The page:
She closed her legs, and asked, “Is there anything else?”
As if reading her mind, he replied, “Miss Jewett, you presume. I am a doctor, and I can make reference without any hint of solicitation. Without this kind of detachment, I would not be able to serve Mrs. Welden or the other establishments. Why is it that so many of you think that once we see you or touch you we must, out of necessity, be consumed? Good day, Miss Jewett.”
“I didn’t mean to insult . . .”
“Good day, Miss Jewett.”
After this inauspicious beginning Helen was then surprised when he returned a week later, left his card, and asked for a specific time and date that she would receive him in the parlor.
When he returned, she could not resist asking, “Why did you come back?”
He smiled, and said, leaning slightly forward, “You interest me.”
His brown eyes glowed with mischief.
“I looked around your room and noted your piles of books. I couldn’t help but be intrigued by your choices, Shakespeare, Byron, the Bible.”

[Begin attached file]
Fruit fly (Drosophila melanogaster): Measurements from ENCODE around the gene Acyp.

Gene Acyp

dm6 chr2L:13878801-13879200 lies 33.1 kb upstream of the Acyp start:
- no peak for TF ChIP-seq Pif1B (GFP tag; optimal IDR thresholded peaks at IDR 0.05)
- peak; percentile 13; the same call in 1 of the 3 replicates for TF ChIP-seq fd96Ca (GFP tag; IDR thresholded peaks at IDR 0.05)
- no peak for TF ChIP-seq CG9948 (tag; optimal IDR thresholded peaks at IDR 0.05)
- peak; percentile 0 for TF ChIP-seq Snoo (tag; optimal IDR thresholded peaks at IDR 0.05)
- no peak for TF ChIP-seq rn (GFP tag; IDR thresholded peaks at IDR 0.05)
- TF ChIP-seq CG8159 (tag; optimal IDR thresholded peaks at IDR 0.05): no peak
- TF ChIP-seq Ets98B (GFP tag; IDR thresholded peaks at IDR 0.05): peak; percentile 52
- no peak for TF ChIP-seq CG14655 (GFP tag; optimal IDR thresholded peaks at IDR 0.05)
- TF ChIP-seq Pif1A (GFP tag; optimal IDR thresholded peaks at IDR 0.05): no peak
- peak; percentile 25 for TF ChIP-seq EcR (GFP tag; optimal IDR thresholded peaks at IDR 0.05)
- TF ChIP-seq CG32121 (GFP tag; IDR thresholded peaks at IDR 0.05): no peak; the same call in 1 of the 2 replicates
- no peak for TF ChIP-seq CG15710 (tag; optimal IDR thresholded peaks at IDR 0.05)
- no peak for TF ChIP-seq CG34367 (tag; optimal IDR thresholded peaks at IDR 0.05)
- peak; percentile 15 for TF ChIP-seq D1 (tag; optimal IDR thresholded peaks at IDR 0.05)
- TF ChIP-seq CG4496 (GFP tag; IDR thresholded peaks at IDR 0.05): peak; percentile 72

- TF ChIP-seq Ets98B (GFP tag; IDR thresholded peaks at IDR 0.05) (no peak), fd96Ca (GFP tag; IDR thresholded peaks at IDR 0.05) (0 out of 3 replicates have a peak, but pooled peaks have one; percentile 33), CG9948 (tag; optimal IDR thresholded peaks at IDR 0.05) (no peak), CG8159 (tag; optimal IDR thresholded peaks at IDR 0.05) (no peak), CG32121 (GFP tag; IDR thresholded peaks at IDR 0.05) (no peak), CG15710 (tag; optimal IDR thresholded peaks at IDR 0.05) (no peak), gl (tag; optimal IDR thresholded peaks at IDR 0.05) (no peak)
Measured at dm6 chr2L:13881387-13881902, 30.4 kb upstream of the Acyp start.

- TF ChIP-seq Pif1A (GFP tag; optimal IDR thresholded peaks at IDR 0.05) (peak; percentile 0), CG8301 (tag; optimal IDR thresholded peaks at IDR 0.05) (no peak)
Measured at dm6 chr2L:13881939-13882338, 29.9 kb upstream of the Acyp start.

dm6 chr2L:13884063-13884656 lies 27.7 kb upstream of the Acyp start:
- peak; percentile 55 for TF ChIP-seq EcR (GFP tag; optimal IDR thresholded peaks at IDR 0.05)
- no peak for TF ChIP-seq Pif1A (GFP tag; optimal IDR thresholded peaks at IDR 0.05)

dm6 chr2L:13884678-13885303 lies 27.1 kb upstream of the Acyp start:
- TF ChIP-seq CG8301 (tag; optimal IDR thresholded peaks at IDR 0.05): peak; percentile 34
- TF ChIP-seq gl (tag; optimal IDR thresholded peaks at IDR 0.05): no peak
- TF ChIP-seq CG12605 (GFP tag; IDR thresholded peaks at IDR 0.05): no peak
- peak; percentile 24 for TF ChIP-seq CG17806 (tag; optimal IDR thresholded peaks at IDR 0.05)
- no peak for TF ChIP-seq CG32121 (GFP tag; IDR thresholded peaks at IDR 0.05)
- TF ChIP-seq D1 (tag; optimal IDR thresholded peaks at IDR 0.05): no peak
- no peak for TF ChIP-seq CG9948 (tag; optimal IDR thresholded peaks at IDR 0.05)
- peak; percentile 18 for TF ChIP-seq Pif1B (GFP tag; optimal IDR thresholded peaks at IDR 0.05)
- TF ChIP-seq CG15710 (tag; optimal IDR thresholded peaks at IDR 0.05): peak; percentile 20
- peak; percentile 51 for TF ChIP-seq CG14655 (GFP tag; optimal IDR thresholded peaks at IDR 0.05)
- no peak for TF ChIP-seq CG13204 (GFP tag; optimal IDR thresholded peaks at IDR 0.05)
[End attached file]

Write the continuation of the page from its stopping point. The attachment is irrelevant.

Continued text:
“You’ll need to pay for my time if you wish to discuss my reading habits,” Helen said evenly.
He laughed, his head tossed back as if he had to take in more air to enjoy this moment.
“Miss Jewett, you take yourself much too seriously. But you are practical.”
“I have to eat, and books are not free.”
“Certainly. I also came to apologize.”
“I don’t think I was sufficiently sensitive to the events that befell you in Boston, to the emotional consequences . . .”
Helen’s voice rose to emphasize her displeasure. “Dr. Rogers, that was a private matter, a matter not appropriate to a parlor conversation now.”
He sighed, his exasperation light but pointed nevertheless. “Miss Jewett, for one so young, you seem prone to pronouncements and denunciations.”
“Would you rather I cry endlessly, seek your pity, or hide in my room? I am not a coward, and I don’t hate all men.”